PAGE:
Sunday, 13 April 2014

Not agreeing with the establishment at all...

I read that I don't agree with the 'scientific establishment' at all. 

See this post for details.

Not true, so I better have another go at explaining myself.

Scientific organisations are very worried about the removal of practical work from the formal assessment of A-level sciences. They are right to be worried. My point is that they should have been worried about the changes long before now. Perhaps they were. 

The changes reflect a broken, unworkable controlled assessment system. They do not reflect the ideal situation.

Ideally we (teachers, researchers, subject organisations, university groups etc) would work on a curriculum that gave the chance to our 18 year olds of leaving school with the knowledge and skills they need to move on to the next stage in their science education. (Lets assume those doing science A-levels are going to be doing degrees with some degree of science - the destination data says they are). After that curriculum was devised we'd work out a way to assess it. 

But we don't. We put in place an assessment regime that assumes all teachers cheat and the proportion of internally assessed marks depends on the classification of the qualification. Then we work back from there to the curriculum.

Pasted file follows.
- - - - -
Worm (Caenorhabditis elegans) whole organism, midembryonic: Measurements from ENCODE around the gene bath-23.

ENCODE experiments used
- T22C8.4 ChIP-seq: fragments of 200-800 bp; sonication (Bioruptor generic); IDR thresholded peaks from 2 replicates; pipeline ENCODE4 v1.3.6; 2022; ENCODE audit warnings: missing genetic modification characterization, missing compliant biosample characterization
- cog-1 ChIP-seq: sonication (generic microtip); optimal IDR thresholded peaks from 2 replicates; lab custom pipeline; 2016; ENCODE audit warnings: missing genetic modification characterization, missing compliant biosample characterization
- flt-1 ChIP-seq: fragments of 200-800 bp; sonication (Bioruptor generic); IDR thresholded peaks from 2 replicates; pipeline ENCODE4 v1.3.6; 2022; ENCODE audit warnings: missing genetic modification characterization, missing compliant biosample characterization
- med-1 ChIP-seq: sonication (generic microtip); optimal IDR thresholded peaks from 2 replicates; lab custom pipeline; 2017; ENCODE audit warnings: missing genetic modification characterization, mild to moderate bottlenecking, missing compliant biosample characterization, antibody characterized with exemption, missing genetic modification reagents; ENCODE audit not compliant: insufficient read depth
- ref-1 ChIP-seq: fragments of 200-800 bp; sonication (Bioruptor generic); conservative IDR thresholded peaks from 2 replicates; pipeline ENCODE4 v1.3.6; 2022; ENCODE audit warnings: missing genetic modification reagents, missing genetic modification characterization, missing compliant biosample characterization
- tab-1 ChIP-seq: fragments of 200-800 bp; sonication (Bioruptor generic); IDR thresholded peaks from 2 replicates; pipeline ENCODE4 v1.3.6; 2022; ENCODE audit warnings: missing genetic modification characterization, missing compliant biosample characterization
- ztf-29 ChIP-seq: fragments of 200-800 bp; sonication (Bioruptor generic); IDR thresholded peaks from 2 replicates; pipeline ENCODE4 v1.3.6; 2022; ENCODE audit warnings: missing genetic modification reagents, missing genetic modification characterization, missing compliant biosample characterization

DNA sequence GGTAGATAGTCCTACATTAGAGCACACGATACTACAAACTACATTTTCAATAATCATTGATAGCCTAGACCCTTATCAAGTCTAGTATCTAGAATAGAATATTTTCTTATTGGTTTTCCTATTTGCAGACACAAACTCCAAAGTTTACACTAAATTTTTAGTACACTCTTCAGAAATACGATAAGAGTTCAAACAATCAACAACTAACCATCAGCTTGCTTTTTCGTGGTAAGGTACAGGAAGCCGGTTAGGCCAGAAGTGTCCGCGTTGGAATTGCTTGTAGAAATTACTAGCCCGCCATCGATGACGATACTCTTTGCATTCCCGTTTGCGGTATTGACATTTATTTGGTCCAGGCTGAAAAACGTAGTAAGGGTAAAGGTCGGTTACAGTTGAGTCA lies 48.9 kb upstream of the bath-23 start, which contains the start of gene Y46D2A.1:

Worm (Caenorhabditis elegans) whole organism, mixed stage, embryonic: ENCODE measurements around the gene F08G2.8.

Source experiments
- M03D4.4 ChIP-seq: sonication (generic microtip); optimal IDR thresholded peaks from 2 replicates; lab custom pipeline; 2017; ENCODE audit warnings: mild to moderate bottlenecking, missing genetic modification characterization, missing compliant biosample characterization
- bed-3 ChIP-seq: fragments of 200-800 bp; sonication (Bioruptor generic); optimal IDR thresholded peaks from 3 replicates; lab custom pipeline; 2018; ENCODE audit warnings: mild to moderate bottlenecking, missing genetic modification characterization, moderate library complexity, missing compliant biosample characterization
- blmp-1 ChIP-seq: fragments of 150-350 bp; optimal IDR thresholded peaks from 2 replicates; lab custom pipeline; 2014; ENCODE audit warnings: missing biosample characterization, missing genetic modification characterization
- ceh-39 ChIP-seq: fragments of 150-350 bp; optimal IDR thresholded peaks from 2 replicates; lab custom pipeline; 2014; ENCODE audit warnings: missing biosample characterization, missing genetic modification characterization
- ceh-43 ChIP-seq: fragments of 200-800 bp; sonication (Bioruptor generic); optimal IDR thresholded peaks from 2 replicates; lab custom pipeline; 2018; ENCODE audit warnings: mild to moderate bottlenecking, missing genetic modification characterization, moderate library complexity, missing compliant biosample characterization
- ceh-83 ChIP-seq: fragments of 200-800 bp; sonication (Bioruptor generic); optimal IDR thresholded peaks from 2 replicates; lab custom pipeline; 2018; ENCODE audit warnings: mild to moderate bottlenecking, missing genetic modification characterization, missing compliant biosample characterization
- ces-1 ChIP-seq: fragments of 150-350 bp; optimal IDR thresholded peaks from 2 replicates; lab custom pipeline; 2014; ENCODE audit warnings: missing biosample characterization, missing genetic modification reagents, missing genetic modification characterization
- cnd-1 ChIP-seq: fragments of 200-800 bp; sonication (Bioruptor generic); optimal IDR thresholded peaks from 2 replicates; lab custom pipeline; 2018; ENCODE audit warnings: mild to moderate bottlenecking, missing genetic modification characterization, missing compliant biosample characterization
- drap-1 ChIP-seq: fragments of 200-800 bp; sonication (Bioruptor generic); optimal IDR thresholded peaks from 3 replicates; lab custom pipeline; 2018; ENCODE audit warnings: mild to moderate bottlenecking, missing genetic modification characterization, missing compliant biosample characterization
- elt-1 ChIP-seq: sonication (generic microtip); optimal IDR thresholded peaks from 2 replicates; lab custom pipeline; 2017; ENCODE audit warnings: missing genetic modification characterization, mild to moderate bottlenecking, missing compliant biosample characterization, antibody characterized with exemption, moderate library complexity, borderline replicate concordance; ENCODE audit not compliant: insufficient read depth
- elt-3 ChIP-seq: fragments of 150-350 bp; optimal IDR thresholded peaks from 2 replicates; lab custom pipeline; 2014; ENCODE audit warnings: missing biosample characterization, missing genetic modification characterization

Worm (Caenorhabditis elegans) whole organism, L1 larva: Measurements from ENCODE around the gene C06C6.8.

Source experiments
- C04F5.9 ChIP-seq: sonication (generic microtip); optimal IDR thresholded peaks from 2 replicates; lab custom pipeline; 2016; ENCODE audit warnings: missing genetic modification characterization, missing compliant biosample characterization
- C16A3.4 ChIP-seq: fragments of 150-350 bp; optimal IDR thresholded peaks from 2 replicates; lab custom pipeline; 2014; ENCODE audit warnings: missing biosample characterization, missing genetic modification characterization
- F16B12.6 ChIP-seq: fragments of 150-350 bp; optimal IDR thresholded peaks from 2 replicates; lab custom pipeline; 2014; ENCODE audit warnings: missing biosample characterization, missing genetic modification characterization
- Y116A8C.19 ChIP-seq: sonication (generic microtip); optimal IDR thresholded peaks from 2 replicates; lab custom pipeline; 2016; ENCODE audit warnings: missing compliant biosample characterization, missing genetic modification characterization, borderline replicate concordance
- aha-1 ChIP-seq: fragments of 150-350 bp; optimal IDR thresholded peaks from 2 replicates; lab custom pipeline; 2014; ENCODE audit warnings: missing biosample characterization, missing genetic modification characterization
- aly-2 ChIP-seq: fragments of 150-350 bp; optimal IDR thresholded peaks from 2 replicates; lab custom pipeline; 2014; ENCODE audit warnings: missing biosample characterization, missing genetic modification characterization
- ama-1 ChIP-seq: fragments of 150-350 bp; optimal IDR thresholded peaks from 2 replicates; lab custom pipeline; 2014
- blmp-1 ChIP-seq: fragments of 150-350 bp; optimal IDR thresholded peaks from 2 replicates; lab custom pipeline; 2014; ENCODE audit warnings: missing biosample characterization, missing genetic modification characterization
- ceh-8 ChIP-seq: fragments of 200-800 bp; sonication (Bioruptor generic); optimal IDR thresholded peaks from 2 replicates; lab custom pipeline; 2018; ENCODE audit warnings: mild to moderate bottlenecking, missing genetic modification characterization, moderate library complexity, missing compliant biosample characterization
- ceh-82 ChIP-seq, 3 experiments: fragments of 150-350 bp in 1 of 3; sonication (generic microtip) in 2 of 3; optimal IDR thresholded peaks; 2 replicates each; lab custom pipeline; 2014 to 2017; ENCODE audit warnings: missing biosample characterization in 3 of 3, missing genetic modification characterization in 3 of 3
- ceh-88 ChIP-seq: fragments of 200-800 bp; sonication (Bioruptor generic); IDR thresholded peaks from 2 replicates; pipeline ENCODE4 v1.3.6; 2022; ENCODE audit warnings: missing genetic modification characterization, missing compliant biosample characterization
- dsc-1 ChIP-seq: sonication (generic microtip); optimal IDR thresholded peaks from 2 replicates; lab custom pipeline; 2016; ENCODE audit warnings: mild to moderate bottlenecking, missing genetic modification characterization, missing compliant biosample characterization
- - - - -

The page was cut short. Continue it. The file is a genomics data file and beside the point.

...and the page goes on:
Wellcome, the Physiological Society, the Royal Society are right in what they say, we must value practical skills along side knowledge in the science curriculum. Score and the ASE responds can be found here:

I agree with what Professor Julia Buckingham, Chair of SCORE, said:
 “We fully appreciate that reform is needed but the current solution is rushed and does not address operational issues. We believe we can develop workable new approaches but Ofqual has decided to go ahead with an inadequate solution.”
Reform is needed. What I disagree with the 'establishment' is that this reform is worse than the status quo. For me, this change will support the potential for good quality practical work to be carried out. 

(Personally I don't believe that score do have a better solution that would be accepted by ofqual or the government.) 

1 comment:

  1. I haven't been following this debate carefully, but am vaguely surprised that practicals were part of the A-level assessment. My view was/is that practicals are part and parcel of studying Science; helping to embed concepts, and introducing students to the vagaries of experimental work (in 'real' life, experiments never work first time...), and making the scientific method explicit. But students don't need to be assessed in their practical skills. Surely, practicals were not only undertaken because they were part of the exam???